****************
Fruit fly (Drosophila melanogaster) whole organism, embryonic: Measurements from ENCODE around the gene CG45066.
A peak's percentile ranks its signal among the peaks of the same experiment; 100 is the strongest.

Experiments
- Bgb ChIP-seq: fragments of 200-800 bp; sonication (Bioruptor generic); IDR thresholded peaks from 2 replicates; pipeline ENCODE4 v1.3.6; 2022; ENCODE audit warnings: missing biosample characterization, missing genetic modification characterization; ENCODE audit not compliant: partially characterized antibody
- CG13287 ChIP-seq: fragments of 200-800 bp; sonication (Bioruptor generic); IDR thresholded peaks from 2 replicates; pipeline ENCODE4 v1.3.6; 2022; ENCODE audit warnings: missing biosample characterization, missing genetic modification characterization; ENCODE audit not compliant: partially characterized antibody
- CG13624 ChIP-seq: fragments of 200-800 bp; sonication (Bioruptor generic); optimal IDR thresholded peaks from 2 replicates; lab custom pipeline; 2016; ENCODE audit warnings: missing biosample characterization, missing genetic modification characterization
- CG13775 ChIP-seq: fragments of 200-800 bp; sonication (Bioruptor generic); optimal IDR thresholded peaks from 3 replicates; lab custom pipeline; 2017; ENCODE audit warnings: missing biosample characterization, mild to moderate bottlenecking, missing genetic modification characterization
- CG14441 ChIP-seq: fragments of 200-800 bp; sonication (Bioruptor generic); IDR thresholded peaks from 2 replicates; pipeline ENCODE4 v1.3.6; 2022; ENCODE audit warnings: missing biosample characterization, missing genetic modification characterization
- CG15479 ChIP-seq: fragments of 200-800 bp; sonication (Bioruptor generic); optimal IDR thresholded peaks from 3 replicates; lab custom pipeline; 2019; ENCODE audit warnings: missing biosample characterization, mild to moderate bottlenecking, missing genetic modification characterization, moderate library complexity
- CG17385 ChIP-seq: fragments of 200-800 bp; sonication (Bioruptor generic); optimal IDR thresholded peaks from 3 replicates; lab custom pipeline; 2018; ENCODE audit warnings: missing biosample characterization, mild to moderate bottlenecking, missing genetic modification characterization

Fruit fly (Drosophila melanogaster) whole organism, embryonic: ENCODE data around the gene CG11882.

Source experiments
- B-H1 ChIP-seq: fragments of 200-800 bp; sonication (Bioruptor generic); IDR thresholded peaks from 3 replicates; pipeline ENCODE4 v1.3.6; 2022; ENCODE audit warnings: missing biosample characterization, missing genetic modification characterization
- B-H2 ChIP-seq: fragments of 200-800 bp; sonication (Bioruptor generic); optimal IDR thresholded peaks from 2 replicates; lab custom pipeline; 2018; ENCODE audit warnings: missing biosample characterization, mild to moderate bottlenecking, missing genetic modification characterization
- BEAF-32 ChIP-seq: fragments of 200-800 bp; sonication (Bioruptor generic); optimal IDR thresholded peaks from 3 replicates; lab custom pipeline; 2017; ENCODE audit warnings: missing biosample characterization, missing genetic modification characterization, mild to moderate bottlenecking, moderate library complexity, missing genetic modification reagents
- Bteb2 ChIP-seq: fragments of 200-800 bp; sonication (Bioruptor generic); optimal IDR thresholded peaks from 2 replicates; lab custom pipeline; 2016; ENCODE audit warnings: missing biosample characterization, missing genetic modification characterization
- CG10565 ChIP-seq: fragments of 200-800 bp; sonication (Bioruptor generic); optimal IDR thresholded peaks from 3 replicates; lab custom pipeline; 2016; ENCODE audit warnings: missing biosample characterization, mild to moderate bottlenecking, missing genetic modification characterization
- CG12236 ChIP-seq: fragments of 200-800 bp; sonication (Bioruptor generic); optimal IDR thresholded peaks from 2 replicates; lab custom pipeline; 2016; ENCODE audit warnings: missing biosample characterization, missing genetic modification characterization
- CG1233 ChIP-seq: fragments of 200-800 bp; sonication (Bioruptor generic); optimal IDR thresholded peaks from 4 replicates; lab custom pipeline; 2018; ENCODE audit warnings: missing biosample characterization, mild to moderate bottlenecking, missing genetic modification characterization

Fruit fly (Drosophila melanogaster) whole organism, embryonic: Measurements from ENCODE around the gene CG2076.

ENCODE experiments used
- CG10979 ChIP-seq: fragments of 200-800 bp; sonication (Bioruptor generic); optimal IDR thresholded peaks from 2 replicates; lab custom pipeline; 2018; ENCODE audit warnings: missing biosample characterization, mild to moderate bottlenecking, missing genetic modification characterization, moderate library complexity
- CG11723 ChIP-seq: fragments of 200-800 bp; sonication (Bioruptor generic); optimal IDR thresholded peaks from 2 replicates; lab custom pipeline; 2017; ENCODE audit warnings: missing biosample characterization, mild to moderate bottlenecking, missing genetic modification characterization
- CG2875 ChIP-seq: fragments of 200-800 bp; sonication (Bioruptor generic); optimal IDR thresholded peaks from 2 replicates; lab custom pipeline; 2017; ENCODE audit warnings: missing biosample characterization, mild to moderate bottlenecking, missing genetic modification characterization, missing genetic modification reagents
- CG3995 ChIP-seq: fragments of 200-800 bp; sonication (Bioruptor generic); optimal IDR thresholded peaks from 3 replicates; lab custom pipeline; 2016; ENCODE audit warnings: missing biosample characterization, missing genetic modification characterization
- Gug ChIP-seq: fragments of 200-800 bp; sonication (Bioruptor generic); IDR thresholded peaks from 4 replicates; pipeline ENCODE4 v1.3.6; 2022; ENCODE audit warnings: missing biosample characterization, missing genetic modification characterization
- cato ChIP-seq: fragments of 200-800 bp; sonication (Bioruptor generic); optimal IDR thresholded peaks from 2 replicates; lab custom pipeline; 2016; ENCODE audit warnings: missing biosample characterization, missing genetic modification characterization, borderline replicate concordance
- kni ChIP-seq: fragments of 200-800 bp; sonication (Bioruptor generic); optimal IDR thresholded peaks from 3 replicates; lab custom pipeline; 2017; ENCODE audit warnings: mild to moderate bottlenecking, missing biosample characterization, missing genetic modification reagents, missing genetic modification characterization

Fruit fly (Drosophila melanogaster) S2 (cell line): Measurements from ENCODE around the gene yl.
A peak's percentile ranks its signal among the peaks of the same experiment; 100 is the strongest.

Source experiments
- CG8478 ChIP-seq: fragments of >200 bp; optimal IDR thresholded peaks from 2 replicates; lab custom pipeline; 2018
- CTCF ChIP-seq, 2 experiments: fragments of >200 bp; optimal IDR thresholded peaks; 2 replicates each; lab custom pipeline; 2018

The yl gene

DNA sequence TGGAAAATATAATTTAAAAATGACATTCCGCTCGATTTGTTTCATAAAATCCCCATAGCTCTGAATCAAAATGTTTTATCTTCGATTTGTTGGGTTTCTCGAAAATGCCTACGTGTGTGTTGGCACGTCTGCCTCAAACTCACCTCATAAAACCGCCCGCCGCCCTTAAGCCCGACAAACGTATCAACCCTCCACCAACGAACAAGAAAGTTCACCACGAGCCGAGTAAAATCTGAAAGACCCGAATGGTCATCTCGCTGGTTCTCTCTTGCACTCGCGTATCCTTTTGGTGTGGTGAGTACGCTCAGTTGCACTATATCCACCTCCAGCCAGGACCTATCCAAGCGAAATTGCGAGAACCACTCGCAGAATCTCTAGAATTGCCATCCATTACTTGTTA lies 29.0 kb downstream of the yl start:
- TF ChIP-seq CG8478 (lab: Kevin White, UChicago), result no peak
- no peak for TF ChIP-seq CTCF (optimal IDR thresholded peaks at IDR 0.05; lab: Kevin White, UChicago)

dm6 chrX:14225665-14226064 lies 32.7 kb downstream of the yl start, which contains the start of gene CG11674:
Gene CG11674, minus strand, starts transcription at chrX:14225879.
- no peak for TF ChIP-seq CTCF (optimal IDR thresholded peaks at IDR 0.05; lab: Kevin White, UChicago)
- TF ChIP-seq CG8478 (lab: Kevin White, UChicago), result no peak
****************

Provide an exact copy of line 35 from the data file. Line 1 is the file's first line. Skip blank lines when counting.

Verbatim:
DNA sequence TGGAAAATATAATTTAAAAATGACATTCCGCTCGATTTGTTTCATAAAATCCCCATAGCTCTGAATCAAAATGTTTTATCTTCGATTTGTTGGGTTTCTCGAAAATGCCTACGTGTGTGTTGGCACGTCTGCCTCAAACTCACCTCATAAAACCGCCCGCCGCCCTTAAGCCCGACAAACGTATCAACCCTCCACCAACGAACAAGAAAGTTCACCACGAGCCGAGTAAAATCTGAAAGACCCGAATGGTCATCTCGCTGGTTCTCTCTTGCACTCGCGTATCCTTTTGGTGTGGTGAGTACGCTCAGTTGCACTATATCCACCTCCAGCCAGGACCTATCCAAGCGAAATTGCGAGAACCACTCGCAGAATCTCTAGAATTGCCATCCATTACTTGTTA lies 29.0 kb downstream of the yl start: